I know I’ve already mentioned this product in a previous post, but I have to give props again. This is, hands down, the single best baby purchase we’ve made. And it was a whim purchase, a nice-to-have for a first time mom worried about SIDS. But it’s turned out to be the most valuable item we have.
Last night we had another alarm. It was about 9pm, and baby had been sleeping for a couple of hours. We were upstairs (baby sleeps downstairs) and heard the alarm via the handheld video monitor that hubby had brought into the office.
We’ve been through this before. In the beginning, the alarm would disorient us… Is it an alarm clock? One of our cell phones? But last night we knew exactly what it was and flew down the stairs and into the nursery.
It doesn’t get less scary every time. Every time we wonder, is this time going to be different? Are we not going to be able to rouse him? This time, he is already awake when we come flying into the room. That’s unusual as typically he is not, and we need to shout and flick or slap the bottom of his foot to rouse him. But this time the alarm and vibration must have wakened him.
He looks disoriented… Eyes are red and swollen and face is blotchy. Blinking. Confused. We swoop him up into our arms and kiss him hug him rock him tell him not to scare us like that again. We reset the alarm and then put him back to sleep. We turn up the volume on the handheld video monitor.
The way the Snuza Halo works is by detecting very very small movements, such as breathing. The device is clipped to the diaper so that the sensor (the purple part) lays over the baby’s belly button. It can then detect the small rise and fall of the stomach as breaths are inhaled and exhaled.
Should there be no movement (breathing) for 15 seconds, the device will vibrate in an attempt to rouse the infant. If this works and subsequent breathing is detected, the device will then begin monitoring silently once again.
Upon the third incident of this nature, the device will also alert the parents. This is done with a beep…. beep…. beep.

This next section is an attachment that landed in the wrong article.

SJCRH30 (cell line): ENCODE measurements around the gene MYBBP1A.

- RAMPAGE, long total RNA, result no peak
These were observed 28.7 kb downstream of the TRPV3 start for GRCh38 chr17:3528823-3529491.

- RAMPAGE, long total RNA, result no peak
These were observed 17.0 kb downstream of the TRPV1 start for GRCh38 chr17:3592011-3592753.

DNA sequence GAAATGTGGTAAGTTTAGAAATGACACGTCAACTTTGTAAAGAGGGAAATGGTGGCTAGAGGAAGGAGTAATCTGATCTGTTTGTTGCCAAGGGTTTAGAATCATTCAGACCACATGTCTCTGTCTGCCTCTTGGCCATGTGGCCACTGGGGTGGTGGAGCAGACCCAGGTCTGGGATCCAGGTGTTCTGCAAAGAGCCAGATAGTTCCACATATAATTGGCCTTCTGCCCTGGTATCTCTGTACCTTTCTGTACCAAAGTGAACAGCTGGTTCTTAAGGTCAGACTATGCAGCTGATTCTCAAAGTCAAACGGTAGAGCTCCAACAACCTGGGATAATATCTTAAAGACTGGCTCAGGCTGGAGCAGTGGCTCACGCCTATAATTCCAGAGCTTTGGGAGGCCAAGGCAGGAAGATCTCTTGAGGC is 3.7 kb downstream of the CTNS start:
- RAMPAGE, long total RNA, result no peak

If, at any time, the vibration doesn’t rouse the baby and there is another 5 seconds of non-movement (so 20 seconds total), the alarm will sound. This is a loud sound much like an alarm clock.
For us, the alarm does go off. The first time it went off was our 4th day home, and it caused a world of panic. The pediatrician said it was “periodic breathing” and nothing to worry about. Said the baby would outgrow it. Actually advised us to stop using the Snuza as it would only cause unnecessary worry.
Of course we threw that advice right out the window. If anything, we became more diligent about using the Snuza whenever the baby is sleeping (now attaching it even during nap times). My pediatrician would say overkill. I say, I don’t want to find out that you were wrong when it’s too late.
So baby is now 18 weeks old and has not yet outgrown this periodic breathing. The episodes have become less frequent (maybe once every few weeks now instead of once or twice a week), but they still occur. They occur during nap-time as frequently as during the evening.
In doing my own research, it appears that periodic breathing is characterized by breathing stops of up to 15 seconds for infants under 6 months. So we meet the under-6-months criteria, but not the timing criteria (since the Snuza alarms at 20 seconds). I will be discussing this with our pediatrician.
In the meantime, the Snuza is quite simply the only thing between ongoing sleepless nights and the ability to sleep soundly (us, not baby). When I wake in the night and the baby is still and silent on the video monitor, I can relax knowing that the Snuza will alarm if there is an issue… Instead of running into his room every 20 minutes to check on him and, in the process, wake him up.
Oh and I do have to mention – we follow all other advice to prevent SIDS. Baby is not overheated nor wrapped while sleeping, never sleeps on his stomach, no blankets are used (besides the wearable ones), no toys are in his crib, and we use mesh (breathable) bumpers. He doesn’t appear to have any risk factors besides being a boy: was not a preemie, we don’t smoke, I took care of myself during pregnancy, etc. So we’re really at a loss as to why this is happening.
Regardless, if you’re even considering a sleep monitor – DO IT. I promise you will not be disappointed. I personally prefer the Snuza to the Angelcare mat because it is portable and can go anywhere with the baby.
For some reason, I’ve had difficulty finding the Snuza in stores here on the west coast, so I ordered mine on Amazon. It looks like it’s about $120 there, but I would have paid a lot more than that for the peace of mind it provides.